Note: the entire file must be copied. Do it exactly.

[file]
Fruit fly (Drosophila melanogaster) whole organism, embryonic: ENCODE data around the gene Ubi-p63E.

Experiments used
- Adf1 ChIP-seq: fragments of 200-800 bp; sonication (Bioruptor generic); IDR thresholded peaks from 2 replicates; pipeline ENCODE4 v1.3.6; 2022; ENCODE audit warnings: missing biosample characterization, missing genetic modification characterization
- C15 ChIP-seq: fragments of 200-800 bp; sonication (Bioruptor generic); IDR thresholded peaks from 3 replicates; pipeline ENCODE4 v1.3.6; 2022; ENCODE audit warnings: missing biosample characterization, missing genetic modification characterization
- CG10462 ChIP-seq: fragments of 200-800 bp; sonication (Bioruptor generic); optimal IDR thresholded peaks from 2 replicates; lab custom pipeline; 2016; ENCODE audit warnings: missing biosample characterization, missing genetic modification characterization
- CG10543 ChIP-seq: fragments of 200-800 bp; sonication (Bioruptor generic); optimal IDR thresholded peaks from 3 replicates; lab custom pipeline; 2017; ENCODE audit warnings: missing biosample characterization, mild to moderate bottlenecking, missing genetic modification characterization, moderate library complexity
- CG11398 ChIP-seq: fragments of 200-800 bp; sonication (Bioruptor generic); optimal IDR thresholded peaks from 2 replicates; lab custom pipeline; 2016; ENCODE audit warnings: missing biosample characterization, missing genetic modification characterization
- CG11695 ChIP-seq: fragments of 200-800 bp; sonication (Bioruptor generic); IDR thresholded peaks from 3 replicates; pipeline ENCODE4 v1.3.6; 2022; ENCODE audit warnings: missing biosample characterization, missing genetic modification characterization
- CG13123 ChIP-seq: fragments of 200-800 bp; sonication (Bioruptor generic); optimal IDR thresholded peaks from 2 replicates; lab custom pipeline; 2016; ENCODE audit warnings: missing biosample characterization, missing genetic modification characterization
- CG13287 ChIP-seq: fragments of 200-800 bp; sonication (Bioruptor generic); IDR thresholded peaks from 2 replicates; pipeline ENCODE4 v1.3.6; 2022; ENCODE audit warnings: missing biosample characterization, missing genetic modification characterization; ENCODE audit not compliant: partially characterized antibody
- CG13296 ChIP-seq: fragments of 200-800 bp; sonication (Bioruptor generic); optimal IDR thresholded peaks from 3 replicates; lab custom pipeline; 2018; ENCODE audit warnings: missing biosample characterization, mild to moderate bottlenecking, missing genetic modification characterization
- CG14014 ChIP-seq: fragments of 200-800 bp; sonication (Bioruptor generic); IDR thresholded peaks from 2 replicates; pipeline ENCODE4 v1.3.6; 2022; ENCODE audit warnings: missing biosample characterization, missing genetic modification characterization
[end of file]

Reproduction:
Fruit fly (Drosophila melanogaster) whole organism, embryonic: ENCODE data around the gene Ubi-p63E.

Experiments used
- Adf1 ChIP-seq: fragments of 200-800 bp; sonication (Bioruptor generic); IDR thresholded peaks from 2 replicates; pipeline ENCODE4 v1.3.6; 2022; ENCODE audit warnings: missing biosample characterization, missing genetic modification characterization
- C15 ChIP-seq: fragments of 200-800 bp; sonication (Bioruptor generic); IDR thresholded peaks from 3 replicates; pipeline ENCODE4 v1.3.6; 2022; ENCODE audit warnings: missing biosample characterization, missing genetic modification characterization
- CG10462 ChIP-seq: fragments of 200-800 bp; sonication (Bioruptor generic); optimal IDR thresholded peaks from 2 replicates; lab custom pipeline; 2016; ENCODE audit warnings: missing biosample characterization, missing genetic modification characterization
- CG10543 ChIP-seq: fragments of 200-800 bp; sonication (Bioruptor generic); optimal IDR thresholded peaks from 3 replicates; lab custom pipeline; 2017; ENCODE audit warnings: missing biosample characterization, mild to moderate bottlenecking, missing genetic modification characterization, moderate library complexity
- CG11398 ChIP-seq: fragments of 200-800 bp; sonication (Bioruptor generic); optimal IDR thresholded peaks from 2 replicates; lab custom pipeline; 2016; ENCODE audit warnings: missing biosample characterization, missing genetic modification characterization
- CG11695 ChIP-seq: fragments of 200-800 bp; sonication (Bioruptor generic); IDR thresholded peaks from 3 replicates; pipeline ENCODE4 v1.3.6; 2022; ENCODE audit warnings: missing biosample characterization, missing genetic modification characterization
- CG13123 ChIP-seq: fragments of 200-800 bp; sonication (Bioruptor generic); optimal IDR thresholded peaks from 2 replicates; lab custom pipeline; 2016; ENCODE audit warnings: missing biosample characterization, missing genetic modification characterization
- CG13287 ChIP-seq: fragments of 200-800 bp; sonication (Bioruptor generic); IDR thresholded peaks from 2 replicates; pipeline ENCODE4 v1.3.6; 2022; ENCODE audit warnings: missing biosample characterization, missing genetic modification characterization; ENCODE audit not compliant: partially characterized antibody
- CG13296 ChIP-seq: fragments of 200-800 bp; sonication (Bioruptor generic); optimal IDR thresholded peaks from 3 replicates; lab custom pipeline; 2018; ENCODE audit warnings: missing biosample characterization, mild to moderate bottlenecking, missing genetic modification characterization
- CG14014 ChIP-seq: fragments of 200-800 bp; sonication (Bioruptor generic); IDR thresholded peaks from 2 replicates; pipeline ENCODE4 v1.3.6; 2022; ENCODE audit warnings: missing biosample characterization, missing genetic modification characterization